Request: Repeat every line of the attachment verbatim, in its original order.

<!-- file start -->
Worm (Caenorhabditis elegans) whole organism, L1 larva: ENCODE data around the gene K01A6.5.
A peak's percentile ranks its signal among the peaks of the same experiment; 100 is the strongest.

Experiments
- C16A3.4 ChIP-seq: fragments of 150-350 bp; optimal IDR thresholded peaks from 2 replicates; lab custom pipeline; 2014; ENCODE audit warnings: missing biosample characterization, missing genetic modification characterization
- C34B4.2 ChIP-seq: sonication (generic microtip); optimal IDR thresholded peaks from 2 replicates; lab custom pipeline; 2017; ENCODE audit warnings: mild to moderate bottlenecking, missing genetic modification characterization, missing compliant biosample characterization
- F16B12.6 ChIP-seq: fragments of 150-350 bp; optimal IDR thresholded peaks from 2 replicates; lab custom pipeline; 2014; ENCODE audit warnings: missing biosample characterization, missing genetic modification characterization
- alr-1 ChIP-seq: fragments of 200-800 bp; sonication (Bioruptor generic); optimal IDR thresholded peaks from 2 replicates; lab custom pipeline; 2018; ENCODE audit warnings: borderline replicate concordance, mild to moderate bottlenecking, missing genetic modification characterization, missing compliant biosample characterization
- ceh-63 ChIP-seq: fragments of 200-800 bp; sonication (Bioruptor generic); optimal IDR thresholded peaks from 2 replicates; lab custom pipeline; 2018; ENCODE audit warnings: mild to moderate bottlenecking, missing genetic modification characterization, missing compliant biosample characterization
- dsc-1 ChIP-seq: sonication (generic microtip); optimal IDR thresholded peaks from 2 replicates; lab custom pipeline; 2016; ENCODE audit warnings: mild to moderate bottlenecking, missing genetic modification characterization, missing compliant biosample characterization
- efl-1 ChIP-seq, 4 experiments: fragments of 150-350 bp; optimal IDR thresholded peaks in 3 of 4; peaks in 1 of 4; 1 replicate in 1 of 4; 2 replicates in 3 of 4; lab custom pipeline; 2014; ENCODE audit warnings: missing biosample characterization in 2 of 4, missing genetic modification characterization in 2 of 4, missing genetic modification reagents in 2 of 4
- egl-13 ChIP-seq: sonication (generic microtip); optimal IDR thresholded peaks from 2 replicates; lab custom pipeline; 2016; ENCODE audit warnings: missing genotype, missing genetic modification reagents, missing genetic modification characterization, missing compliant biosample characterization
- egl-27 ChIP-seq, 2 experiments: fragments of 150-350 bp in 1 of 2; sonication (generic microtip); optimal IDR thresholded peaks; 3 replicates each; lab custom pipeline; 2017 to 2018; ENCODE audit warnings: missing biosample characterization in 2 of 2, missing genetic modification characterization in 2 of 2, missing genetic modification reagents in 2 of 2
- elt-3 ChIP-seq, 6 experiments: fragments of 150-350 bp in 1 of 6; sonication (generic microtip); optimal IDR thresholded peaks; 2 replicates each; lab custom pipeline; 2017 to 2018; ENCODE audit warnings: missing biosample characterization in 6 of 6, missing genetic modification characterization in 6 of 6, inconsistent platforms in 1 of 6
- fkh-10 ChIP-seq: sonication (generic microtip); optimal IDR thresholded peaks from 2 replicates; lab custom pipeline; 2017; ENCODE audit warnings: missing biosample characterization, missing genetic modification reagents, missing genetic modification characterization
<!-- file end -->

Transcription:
Worm (Caenorhabditis elegans) whole organism, L1 larva: ENCODE data around the gene K01A6.5.
A peak's percentile ranks its signal among the peaks of the same experiment; 100 is the strongest.

Experiments
- C16A3.4 ChIP-seq: fragments of 150-350 bp; optimal IDR thresholded peaks from 2 replicates; lab custom pipeline; 2014; ENCODE audit warnings: missing biosample characterization, missing genetic modification characterization
- C34B4.2 ChIP-seq: sonication (generic microtip); optimal IDR thresholded peaks from 2 replicates; lab custom pipeline; 2017; ENCODE audit warnings: mild to moderate bottlenecking, missing genetic modification characterization, missing compliant biosample characterization
- F16B12.6 ChIP-seq: fragments of 150-350 bp; optimal IDR thresholded peaks from 2 replicates; lab custom pipeline; 2014; ENCODE audit warnings: missing biosample characterization, missing genetic modification characterization
- alr-1 ChIP-seq: fragments of 200-800 bp; sonication (Bioruptor generic); optimal IDR thresholded peaks from 2 replicates; lab custom pipeline; 2018; ENCODE audit warnings: borderline replicate concordance, mild to moderate bottlenecking, missing genetic modification characterization, missing compliant biosample characterization
- ceh-63 ChIP-seq: fragments of 200-800 bp; sonication (Bioruptor generic); optimal IDR thresholded peaks from 2 replicates; lab custom pipeline; 2018; ENCODE audit warnings: mild to moderate bottlenecking, missing genetic modification characterization, missing compliant biosample characterization
- dsc-1 ChIP-seq: sonication (generic microtip); optimal IDR thresholded peaks from 2 replicates; lab custom pipeline; 2016; ENCODE audit warnings: mild to moderate bottlenecking, missing genetic modification characterization, missing compliant biosample characterization
- efl-1 ChIP-seq, 4 experiments: fragments of 150-350 bp; optimal IDR thresholded peaks in 3 of 4; peaks in 1 of 4; 1 replicate in 1 of 4; 2 replicates in 3 of 4; lab custom pipeline; 2014; ENCODE audit warnings: missing biosample characterization in 2 of 4, missing genetic modification characterization in 2 of 4, missing genetic modification reagents in 2 of 4
- egl-13 ChIP-seq: sonication (generic microtip); optimal IDR thresholded peaks from 2 replicates; lab custom pipeline; 2016; ENCODE audit warnings: missing genotype, missing genetic modification reagents, missing genetic modification characterization, missing compliant biosample characterization
- egl-27 ChIP-seq, 2 experiments: fragments of 150-350 bp in 1 of 2; sonication (generic microtip); optimal IDR thresholded peaks; 3 replicates each; lab custom pipeline; 2017 to 2018; ENCODE audit warnings: missing biosample characterization in 2 of 2, missing genetic modification characterization in 2 of 2, missing genetic modification reagents in 2 of 2
- elt-3 ChIP-seq, 6 experiments: fragments of 150-350 bp in 1 of 6; sonication (generic microtip); optimal IDR thresholded peaks; 2 replicates each; lab custom pipeline; 2017 to 2018; ENCODE audit warnings: missing biosample characterization in 6 of 6, missing genetic modification characterization in 6 of 6, inconsistent platforms in 1 of 6
- fkh-10 ChIP-seq: sonication (generic microtip); optimal IDR thresholded peaks from 2 replicates; lab custom pipeline; 2017; ENCODE audit warnings: missing biosample characterization, missing genetic modification reagents, missing genetic modification characterization